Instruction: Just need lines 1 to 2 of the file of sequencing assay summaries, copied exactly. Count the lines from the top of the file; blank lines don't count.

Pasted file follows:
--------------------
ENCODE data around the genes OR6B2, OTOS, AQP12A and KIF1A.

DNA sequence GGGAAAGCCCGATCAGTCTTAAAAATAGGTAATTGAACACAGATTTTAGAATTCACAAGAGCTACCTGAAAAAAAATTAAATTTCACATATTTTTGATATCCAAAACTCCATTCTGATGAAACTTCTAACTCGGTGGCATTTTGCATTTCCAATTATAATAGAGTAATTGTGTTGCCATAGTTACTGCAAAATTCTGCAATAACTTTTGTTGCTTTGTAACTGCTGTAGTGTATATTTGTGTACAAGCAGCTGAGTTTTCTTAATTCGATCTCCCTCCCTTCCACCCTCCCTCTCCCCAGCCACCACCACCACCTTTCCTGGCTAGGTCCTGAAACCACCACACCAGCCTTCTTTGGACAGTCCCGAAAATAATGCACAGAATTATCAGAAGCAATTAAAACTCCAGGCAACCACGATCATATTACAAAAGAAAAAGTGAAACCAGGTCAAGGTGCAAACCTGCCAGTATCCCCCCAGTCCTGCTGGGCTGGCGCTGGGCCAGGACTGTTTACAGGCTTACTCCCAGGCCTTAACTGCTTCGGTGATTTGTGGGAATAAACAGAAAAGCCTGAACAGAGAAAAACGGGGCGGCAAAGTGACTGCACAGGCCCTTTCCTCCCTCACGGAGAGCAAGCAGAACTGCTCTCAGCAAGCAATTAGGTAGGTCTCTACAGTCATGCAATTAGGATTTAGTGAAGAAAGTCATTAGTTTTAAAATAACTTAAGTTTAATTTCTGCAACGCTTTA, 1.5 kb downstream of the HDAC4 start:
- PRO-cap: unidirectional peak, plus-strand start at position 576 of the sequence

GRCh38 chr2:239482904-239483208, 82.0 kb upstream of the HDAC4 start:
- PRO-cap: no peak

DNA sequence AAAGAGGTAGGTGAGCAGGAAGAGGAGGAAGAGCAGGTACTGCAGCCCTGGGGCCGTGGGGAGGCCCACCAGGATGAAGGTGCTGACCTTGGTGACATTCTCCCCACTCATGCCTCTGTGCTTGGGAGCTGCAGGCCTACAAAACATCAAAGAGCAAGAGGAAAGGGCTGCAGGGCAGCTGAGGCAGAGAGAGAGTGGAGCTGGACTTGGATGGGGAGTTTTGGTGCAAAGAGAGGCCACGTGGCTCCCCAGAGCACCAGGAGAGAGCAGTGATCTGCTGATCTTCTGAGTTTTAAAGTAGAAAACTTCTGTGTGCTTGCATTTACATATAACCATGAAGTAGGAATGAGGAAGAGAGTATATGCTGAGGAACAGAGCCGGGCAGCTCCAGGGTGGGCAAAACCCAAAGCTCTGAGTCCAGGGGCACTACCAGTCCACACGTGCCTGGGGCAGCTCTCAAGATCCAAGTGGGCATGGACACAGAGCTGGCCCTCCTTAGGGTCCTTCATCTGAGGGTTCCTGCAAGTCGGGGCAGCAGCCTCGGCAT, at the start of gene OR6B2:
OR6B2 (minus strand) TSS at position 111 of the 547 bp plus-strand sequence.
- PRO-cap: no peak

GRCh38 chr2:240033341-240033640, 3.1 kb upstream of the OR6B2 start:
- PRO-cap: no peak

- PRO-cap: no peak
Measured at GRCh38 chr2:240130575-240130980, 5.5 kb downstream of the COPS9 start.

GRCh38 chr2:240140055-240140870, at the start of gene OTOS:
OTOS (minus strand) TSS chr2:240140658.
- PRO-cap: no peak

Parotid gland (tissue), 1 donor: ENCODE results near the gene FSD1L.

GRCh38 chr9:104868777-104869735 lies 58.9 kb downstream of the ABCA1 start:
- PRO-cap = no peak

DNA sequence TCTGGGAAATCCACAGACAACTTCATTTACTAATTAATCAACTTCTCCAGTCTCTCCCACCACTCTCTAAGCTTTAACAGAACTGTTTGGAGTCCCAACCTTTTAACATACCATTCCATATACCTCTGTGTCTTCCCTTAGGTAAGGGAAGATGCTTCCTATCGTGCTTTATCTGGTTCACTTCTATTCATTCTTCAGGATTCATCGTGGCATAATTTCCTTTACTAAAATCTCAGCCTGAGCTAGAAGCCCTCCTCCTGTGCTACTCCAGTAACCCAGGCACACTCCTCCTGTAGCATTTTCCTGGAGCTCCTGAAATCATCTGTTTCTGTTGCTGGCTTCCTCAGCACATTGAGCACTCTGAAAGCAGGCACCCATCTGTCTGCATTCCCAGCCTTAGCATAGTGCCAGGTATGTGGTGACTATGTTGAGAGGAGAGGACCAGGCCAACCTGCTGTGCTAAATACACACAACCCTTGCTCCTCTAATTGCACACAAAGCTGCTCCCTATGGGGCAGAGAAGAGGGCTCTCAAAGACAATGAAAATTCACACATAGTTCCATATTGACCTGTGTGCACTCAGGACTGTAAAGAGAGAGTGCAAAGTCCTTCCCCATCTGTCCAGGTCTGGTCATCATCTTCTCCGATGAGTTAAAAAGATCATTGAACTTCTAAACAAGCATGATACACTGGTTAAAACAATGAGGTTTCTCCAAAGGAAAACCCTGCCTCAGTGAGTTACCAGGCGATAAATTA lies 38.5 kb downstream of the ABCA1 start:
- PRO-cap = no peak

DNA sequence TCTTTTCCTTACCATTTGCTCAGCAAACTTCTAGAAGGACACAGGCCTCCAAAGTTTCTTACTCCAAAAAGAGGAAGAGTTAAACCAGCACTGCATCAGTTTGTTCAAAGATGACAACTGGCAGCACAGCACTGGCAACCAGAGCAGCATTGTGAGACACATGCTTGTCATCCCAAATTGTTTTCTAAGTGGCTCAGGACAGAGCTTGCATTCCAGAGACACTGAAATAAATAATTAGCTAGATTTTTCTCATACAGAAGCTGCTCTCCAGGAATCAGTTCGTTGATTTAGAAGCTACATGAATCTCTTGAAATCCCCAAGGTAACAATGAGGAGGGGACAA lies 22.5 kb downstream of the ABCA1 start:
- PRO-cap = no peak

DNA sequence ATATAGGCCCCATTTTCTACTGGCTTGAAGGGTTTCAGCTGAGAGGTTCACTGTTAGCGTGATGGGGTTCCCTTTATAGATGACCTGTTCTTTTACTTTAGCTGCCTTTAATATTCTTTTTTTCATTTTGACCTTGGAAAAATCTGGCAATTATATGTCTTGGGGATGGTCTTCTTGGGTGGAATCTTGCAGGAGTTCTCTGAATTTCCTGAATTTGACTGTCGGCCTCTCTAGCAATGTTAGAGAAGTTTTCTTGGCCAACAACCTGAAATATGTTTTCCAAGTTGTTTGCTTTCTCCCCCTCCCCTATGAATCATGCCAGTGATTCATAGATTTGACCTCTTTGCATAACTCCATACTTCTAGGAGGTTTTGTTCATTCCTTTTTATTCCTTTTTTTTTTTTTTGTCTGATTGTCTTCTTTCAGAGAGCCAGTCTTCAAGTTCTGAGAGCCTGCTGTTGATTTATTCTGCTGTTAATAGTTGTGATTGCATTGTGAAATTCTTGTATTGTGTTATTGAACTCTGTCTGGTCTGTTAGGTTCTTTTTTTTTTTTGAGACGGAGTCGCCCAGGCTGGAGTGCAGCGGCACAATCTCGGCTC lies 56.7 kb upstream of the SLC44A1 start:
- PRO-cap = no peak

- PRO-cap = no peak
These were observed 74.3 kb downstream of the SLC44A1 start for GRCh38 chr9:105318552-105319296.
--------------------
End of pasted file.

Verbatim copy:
ENCODE data around the genes OR6B2, OTOS, AQP12A and KIF1A.

DNA sequence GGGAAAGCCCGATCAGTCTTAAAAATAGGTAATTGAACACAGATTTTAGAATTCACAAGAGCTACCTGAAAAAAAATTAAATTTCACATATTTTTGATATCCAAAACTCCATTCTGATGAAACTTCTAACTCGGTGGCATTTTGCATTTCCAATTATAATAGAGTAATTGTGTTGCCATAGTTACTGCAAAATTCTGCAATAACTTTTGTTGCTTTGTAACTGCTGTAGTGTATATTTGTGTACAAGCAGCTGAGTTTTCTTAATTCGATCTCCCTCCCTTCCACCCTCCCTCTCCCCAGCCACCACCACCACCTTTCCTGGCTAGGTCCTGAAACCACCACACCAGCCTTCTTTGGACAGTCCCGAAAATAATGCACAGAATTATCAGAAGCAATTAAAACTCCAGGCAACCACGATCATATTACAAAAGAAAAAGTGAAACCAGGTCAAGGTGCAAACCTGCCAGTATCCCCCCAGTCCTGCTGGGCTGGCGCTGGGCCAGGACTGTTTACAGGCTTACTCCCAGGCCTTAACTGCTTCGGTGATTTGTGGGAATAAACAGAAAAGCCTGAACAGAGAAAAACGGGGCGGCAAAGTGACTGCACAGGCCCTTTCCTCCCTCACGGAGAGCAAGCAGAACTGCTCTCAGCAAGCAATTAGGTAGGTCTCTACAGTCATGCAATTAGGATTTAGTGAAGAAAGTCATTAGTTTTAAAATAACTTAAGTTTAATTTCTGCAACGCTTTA, 1.5 kb downstream of the HDAC4 start: